Lisa Garrigues


1999 French Bread Awards - First Prize
 
 

Dreamspinner

 

 

The waves make a sound like children laughing. The waves make a sound like old men whispering in the park. The sky is blue. I lean on my cane.

You ask me, again, where the sea comes from. I have told you that the sea is the blood of god, and the sun and moon are her eyes. Who are her muscles? You are. I have told you this a million times. But memory is short.

Tonight, there will be a dance on the beach, a dance of shadows - you and I. We will build a fire, and I will tell you what I know of my life. I have dragged my secrets around with me long enough; they are old enough to walk on their own. Come, sit with me in the sand, and you will hear them.

I was born in this same village where you and I live. My father hunted and fished, and my mother did everything else.

It was not long after I was born that I began to see stories in everything. I was not content to look at a tree and say, “That is a tree.” I had to say, “That is a woman who turned into a tree so she could watch the sunrise everyday.

My stories were like birds inside my bones, beating their wings to get out, and I wanted to open my mouth and let them fly where they would. But at that time, there were no stories in the village. No, none at all. There was eating, and there was sleeping, and there was being born and being buried. But no stories. If you asked someone what he did yesterday, he would say, “I caught a rabbit.” If you asked someone else what she did, she would say, “I gathered fruit.” That was all. Language was thin and plain, and people thought the way they spoke.

So when I opened my mouth and began letting the stories fly where they would, my parents and the other adults looked at me like I was a strange and ugly beetle that had just crawled out from under a rock. “What is this nonsense coming out of your daughter’s mouth?” My father would say, “I don’t know, she is talking crooked again,” my mother would say, shaking her head as if I had a disease.

Eventually, I learned to keep my mouth shut around the adults of the village, and spoke instead to the insects and the birds and the wild dogs that gathered at the edge of the village. I would speak about the origin of things, about how they might have been, and where they might be going.

This way of talking, I soon learned, could be a dangerous thing.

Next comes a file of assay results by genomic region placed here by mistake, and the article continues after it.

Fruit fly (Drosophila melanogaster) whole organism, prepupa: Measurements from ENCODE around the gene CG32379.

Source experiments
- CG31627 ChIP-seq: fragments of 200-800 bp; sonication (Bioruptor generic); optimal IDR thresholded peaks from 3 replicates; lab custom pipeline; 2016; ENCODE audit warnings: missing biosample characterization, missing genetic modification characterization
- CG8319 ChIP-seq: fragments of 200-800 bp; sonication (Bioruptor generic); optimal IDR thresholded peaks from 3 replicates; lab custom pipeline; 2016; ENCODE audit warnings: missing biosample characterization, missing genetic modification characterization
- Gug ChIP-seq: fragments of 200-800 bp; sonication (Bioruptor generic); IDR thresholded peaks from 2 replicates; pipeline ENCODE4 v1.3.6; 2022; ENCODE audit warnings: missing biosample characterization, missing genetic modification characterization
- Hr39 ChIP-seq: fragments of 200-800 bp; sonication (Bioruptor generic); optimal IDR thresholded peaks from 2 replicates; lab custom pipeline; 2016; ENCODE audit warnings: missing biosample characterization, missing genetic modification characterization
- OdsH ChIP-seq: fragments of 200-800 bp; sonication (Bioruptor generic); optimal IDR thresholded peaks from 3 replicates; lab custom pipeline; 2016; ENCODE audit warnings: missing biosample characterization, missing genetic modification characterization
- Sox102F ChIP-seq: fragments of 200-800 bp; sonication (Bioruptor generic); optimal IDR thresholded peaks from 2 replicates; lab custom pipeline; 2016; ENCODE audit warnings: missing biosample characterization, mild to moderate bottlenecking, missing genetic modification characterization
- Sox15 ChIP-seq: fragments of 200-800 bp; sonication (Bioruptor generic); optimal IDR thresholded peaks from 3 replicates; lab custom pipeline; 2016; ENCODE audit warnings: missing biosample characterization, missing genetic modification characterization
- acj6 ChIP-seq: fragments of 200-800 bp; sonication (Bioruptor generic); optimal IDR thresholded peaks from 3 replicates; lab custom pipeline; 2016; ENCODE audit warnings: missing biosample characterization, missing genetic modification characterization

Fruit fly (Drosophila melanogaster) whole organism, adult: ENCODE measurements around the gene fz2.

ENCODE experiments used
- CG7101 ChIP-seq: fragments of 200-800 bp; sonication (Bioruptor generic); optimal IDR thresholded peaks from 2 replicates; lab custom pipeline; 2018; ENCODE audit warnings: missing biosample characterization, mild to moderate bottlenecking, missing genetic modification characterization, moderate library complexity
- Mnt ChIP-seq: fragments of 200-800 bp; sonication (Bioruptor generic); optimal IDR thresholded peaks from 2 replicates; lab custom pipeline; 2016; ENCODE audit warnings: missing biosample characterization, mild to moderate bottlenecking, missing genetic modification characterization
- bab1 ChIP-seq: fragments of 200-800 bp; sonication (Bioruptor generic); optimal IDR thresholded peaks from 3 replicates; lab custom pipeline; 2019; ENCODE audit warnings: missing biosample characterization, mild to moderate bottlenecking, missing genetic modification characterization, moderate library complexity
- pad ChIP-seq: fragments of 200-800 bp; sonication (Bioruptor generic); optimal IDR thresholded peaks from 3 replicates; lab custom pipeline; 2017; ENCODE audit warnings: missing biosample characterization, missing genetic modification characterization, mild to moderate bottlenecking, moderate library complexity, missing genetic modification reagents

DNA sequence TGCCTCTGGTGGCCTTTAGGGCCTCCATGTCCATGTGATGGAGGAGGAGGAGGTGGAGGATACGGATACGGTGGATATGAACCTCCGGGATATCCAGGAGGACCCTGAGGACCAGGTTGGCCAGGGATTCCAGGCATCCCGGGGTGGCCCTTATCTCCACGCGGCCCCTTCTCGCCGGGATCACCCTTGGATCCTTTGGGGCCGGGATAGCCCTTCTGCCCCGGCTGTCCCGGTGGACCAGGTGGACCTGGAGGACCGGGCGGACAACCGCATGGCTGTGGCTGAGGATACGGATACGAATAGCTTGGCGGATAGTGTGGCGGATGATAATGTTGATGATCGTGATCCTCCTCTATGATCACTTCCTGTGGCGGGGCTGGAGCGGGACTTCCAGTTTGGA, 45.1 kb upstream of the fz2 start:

There was, for example, the story I told the ants.

“Ants,” I said one day. “Gather around and I will tell you a story.” And they did. They came in long ragged black lines out of their cracks and crevices and stopped just at the edge of the stone where I was seated and listened.

“In the time when the moon was young, “ I began. “The ants were not as small and insignificant as they are now. In the time when the moon was young they were as large as mountains, with cavernous mouths that chewed everything in sight. They were hungry. They ate the trees, and the rocks, and all the other living creatures, and everything ran in fear of them.

Eventually, they stripped the planet nearly bare. One day when they were all sitting around inside their cave feasting, a god came out from behind a rock, and said, “Enough. You have nearly destroyed the earth because of your hunger. From now on, your generations will shrink until they reach the size of your own souls.”

And that is exactly what happened. Their children grew up to be smaller than they were, and their children’s children even smaller, and so on, until they reached the size that they are now. That is why, when you watch the ants, they still behave as if they were very large and important creatures, building cities, sending out armies, capturing and conquering everything in their path. This is very funny, because everyone knows how small they really are.

The ants were not pleased. My feet and legs were covered with ant bites for many days afterwards.

If that were not bad enough, I soon got myself into trouble with the Old Men who occupied the middle of the village.

These old men gathered in the middle of the town every day and sat down and waited, their beards on their chests and their noses on their beards and their eyes drooped down their noses, staring at something on the ground which no one could see.

“Mother,” I asked one day. “Why do the old men sit in silence in the middle of the village?”

“They are waiting,” she would say.

“For what?”

“They don’t know.”

“Then why do they go there?”

“They are waiting,” she would say, and that would be the end of it.

Word of my reputation as a storyteller was getting around. I believe it was the half-wild dogs that sniff around the huts looking for food who told the children about what I was doing. So the children came and clustered around me, children my own age and a little older, dragging their younger brothers and sisters with them.

“Tell us a story,” they would say. And I would.

One day I told the story of the Seven Old Men.

“In the time when the sun was new,” I began, “there were seven old men with dust in their bones who gathered in the middle of the village to wait for something that had no name. Every day they came, in their grey robes, and every day they sat, their eyes locked inside their head. One day the thing they were waiting for came and sat down next to them.

“There is someone waiting in our circle,” said the first old man. “It is covered with dark fur, and has yellow eyes.”

“No,” said the second old man. “It is tall and very pale.”

“It is a woman,” said the third.